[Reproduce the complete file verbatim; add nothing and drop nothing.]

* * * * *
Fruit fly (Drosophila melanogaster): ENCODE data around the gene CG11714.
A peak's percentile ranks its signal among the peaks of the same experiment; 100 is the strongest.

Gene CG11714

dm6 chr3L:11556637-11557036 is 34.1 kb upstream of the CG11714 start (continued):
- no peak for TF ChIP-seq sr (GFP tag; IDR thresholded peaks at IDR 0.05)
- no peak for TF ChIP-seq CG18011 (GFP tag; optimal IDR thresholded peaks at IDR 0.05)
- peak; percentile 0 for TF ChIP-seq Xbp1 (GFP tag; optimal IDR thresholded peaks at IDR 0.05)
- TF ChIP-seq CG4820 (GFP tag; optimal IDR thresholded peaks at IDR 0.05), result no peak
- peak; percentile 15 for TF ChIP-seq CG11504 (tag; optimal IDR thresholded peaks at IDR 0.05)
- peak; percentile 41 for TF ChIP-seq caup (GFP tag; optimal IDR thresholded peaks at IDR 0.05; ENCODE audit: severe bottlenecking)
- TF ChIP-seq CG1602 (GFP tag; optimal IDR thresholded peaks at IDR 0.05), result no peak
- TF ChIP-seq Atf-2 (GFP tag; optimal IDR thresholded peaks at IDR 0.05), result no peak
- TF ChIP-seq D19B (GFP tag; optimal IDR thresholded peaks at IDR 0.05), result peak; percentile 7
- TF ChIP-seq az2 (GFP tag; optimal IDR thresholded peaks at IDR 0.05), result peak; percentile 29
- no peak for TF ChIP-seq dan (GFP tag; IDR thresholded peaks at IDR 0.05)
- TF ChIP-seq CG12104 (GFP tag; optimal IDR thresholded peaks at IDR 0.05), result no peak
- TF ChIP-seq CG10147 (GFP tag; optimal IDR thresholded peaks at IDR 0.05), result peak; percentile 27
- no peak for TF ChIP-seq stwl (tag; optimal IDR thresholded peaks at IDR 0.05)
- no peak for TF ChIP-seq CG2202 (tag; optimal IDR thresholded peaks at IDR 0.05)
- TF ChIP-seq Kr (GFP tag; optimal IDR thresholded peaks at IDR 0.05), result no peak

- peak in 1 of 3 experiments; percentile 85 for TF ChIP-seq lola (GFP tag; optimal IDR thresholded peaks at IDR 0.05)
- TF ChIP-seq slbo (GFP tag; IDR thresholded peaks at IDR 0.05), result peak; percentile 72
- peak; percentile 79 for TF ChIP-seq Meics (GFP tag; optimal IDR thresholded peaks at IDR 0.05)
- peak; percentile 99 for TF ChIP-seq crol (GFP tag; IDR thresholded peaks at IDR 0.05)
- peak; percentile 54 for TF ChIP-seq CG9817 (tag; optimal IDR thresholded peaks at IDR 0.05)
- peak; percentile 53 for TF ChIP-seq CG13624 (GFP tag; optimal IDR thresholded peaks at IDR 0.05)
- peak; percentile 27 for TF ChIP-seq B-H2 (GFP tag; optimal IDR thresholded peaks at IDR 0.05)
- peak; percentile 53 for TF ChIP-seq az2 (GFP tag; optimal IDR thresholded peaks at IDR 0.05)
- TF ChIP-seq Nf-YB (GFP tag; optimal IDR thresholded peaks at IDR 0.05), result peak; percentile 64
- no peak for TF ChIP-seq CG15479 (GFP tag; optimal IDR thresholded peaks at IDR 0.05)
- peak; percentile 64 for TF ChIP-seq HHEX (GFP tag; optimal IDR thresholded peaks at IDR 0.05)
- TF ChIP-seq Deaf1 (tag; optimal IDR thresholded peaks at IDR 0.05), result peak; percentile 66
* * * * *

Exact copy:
Fruit fly (Drosophila melanogaster): ENCODE data around the gene CG11714.
A peak's percentile ranks its signal among the peaks of the same experiment; 100 is the strongest.

Gene CG11714

dm6 chr3L:11556637-11557036 is 34.1 kb upstream of the CG11714 start (continued):
- no peak for TF ChIP-seq sr (GFP tag; IDR thresholded peaks at IDR 0.05)
- no peak for TF ChIP-seq CG18011 (GFP tag; optimal IDR thresholded peaks at IDR 0.05)
- peak; percentile 0 for TF ChIP-seq Xbp1 (GFP tag; optimal IDR thresholded peaks at IDR 0.05)
- TF ChIP-seq CG4820 (GFP tag; optimal IDR thresholded peaks at IDR 0.05), result no peak
- peak; percentile 15 for TF ChIP-seq CG11504 (tag; optimal IDR thresholded peaks at IDR 0.05)
- peak; percentile 41 for TF ChIP-seq caup (GFP tag; optimal IDR thresholded peaks at IDR 0.05; ENCODE audit: severe bottlenecking)
- TF ChIP-seq CG1602 (GFP tag; optimal IDR thresholded peaks at IDR 0.05), result no peak
- TF ChIP-seq Atf-2 (GFP tag; optimal IDR thresholded peaks at IDR 0.05), result no peak
- TF ChIP-seq D19B (GFP tag; optimal IDR thresholded peaks at IDR 0.05), result peak; percentile 7
- TF ChIP-seq az2 (GFP tag; optimal IDR thresholded peaks at IDR 0.05), result peak; percentile 29
- no peak for TF ChIP-seq dan (GFP tag; IDR thresholded peaks at IDR 0.05)
- TF ChIP-seq CG12104 (GFP tag; optimal IDR thresholded peaks at IDR 0.05), result no peak
- TF ChIP-seq CG10147 (GFP tag; optimal IDR thresholded peaks at IDR 0.05), result peak; percentile 27
- no peak for TF ChIP-seq stwl (tag; optimal IDR thresholded peaks at IDR 0.05)
- no peak for TF ChIP-seq CG2202 (tag; optimal IDR thresholded peaks at IDR 0.05)
- TF ChIP-seq Kr (GFP tag; optimal IDR thresholded peaks at IDR 0.05), result no peak

- peak in 1 of 3 experiments; percentile 85 for TF ChIP-seq lola (GFP tag; optimal IDR thresholded peaks at IDR 0.05)
- TF ChIP-seq slbo (GFP tag; IDR thresholded peaks at IDR 0.05), result peak; percentile 72
- peak; percentile 79 for TF ChIP-seq Meics (GFP tag; optimal IDR thresholded peaks at IDR 0.05)
- peak; percentile 99 for TF ChIP-seq crol (GFP tag; IDR thresholded peaks at IDR 0.05)
- peak; percentile 54 for TF ChIP-seq CG9817 (tag; optimal IDR thresholded peaks at IDR 0.05)
- peak; percentile 53 for TF ChIP-seq CG13624 (GFP tag; optimal IDR thresholded peaks at IDR 0.05)
- peak; percentile 27 for TF ChIP-seq B-H2 (GFP tag; optimal IDR thresholded peaks at IDR 0.05)
- peak; percentile 53 for TF ChIP-seq az2 (GFP tag; optimal IDR thresholded peaks at IDR 0.05)
- TF ChIP-seq Nf-YB (GFP tag; optimal IDR thresholded peaks at IDR 0.05), result peak; percentile 64
- no peak for TF ChIP-seq CG15479 (GFP tag; optimal IDR thresholded peaks at IDR 0.05)
- peak; percentile 64 for TF ChIP-seq HHEX (GFP tag; optimal IDR thresholded peaks at IDR 0.05)
- TF ChIP-seq Deaf1 (tag; optimal IDR thresholded peaks at IDR 0.05), result peak; percentile 66